Book Review : The Girl in Room 105
Chetan Bhagat is undoubtedly one of India’s best selling authors. His books reach even the remotest corners of the country where no even understands English. People pick up his books to learn the language. His books’ – The 3 mistakes of my life, Five point someone, 2 States, Half Girlfriend – adaptation into films only proves his worth.
But, are his books the best ones? You tell. Bhagat has a love- hate relationship with his readers. There are some who completely adore his writing style for its simplicity and some who absolutely ridicule his work.
Bhagat’s latest ‘The Girl in Room 105’ is unlike his previous works, this isn’t a love story. This is an unlove story. In his interviews he has claimed to dwell into the Rashtriya Swayamsevak Sangh (RSS) and also the Kashmir issue.
The book opens up with Bhagat travelling on a plane to Delhi where he meets Keshav Rajpurohit. Keshav is a graduate from IIT and is working as a faculty in a coaching class in the capital. After initial talks, Bhagat agrees to listen to Keshav’s unlove story.
Keshav hails from Alwar, Rajasthan. His father is a member of the RSS but Keshav isn’t influenced by the Sangh. Keshav falls in love with Zara Lone, a PhD student in IIT from Kashmir. However, their love story doesn’t go as planned.
Keshav’s parents opposes Zara, as she being a Muslim would bring shame to their Hindu family and it would definately hamper his father’s chances in politics. Later when the young couple meet Zara’s father – Safdar. He tells Keshav to convert to Islam, which he doesn’t agree to. This leads to misunderstandings, frequent fights between the couple until they decide to call it a day.
Zara is constantly in Keshav’s memories. He stalks her on social media, even calls her when drunk. But she has moved on. She decides to marry Raghu, a huge startup owner with dreams to settle in the States. Until one day. It is Zara’s birthday. She texts Keshav to come meet her in her hostel room 105 as he used to when they were dating and that midnight changes everything. Everything !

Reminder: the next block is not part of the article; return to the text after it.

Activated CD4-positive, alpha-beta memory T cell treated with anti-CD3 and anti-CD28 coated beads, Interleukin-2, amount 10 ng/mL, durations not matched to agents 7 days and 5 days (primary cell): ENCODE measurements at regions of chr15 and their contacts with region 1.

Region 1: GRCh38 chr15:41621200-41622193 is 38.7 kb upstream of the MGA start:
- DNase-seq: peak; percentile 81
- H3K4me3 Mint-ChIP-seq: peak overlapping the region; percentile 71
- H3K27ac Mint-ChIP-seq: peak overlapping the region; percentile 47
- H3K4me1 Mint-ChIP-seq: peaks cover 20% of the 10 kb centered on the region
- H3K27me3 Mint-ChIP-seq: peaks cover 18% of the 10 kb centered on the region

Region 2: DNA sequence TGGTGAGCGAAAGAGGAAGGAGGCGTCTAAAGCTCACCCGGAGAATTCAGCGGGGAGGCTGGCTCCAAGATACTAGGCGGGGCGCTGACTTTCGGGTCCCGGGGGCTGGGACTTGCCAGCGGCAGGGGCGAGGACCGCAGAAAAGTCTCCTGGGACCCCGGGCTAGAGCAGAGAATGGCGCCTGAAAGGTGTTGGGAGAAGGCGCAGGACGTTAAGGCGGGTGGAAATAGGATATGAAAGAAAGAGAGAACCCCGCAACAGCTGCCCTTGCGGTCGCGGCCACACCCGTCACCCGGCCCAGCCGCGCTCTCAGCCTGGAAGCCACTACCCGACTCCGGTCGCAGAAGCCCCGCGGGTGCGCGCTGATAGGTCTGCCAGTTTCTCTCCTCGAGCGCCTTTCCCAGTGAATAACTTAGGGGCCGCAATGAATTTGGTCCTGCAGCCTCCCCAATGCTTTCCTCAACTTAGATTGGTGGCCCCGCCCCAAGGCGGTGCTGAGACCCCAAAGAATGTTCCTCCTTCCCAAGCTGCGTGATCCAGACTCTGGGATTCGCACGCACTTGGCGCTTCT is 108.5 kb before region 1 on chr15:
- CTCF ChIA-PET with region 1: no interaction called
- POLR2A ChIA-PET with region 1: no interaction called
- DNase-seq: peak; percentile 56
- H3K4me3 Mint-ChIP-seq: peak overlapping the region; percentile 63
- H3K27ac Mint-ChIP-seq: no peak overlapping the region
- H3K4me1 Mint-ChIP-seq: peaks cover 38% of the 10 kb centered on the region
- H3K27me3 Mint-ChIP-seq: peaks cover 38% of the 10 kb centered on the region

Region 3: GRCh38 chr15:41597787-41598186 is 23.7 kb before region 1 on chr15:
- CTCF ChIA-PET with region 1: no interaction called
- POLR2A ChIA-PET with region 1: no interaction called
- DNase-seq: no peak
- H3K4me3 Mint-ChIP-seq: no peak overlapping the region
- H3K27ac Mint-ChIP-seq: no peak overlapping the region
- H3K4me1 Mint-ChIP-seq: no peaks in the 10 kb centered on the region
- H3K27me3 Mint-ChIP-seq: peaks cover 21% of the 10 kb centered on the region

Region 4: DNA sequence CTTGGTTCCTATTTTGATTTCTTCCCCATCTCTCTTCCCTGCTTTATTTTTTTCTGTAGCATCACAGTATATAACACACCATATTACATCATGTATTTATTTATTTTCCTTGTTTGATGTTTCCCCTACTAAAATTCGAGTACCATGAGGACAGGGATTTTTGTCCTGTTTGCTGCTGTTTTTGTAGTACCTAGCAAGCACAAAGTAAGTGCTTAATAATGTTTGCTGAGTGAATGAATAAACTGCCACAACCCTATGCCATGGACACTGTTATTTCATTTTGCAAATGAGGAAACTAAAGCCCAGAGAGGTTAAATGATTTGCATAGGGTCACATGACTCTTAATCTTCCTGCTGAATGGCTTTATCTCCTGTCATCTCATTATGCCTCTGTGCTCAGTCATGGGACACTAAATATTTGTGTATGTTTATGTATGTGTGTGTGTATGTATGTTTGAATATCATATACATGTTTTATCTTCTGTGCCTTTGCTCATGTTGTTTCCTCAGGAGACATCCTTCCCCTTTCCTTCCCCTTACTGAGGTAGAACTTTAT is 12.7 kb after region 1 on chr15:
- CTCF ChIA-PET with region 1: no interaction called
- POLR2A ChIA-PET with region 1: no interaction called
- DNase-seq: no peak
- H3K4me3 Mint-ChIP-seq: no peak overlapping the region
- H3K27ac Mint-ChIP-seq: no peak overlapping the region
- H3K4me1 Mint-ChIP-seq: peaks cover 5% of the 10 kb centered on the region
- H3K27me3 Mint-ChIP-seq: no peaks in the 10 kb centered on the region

Keshav and his best friend Saurabh find Zara murdered in her room 105. They are held by the police until the cops decide to have enough evidence to prove the watchman Laxman had murdered her. However, Laxman pleads to Keshav that he hasn’t committed the crime.
The book then becomes a murder mystery and Keshav becomes hell bent on finding who the murderer is. There are half a dozen suspects – Zara’s father Safdar, her fiance Raghu, her brother Sikander who has a terrorist background, her PHd guide, an army officer Faiz. You’ll have to read the book to find out who the real culprit is.
The book was publicized as a story about the RSS and Kashmir which it has very less about. There is a just a little jibe taken at the RSS which says ‘Married men cannot take higher up positions in the RSS.’ There is fleeting mention of the Prime Minister Narendra Modi. Apart from that there is nothing about the Hindu politics.
When the story moves to Kashmir, the writer does voice the locals’ opinion. He clearly states that the people of Kashmir aren’t happy with the army, they say we don’t want to be in India, we would love either to go to Pakistan or better we have a separate Kashmir. However, the best part of the book has to be the bromance between Keshav and Saurabh.
The story is very much predictable. You could guess the climax at least 10 chapters before. Bhagat’s works are mostly adapted to films and if I could think of the latest murder mystery in Hindi films – Andhadhun – the Girl in Room 105 falls behind by miles.
This one is surely better than Bhagat’s previous works but again if you are a George Orwell, Dan Brown, Arthur Conan Doyle kinda reader then this one isn’t for you.
Predictable, Clichéd and Bollywoodish
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